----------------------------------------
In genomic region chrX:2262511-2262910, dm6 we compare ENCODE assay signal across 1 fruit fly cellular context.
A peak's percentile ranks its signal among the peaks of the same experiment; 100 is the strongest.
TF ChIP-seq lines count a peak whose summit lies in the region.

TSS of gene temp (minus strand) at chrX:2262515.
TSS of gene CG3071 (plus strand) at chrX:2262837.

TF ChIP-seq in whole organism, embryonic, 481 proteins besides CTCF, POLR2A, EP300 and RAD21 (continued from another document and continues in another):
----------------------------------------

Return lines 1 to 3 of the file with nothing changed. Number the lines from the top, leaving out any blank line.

In genomic region chrX:2262511-2262910, dm6 we compare ENCODE assay signal across 1 fruit fly cellular context.
A peak's percentile ranks its signal among the peaks of the same experiment; 100 is the strongest.
TF ChIP-seq lines count a peak whose summit lies in the region.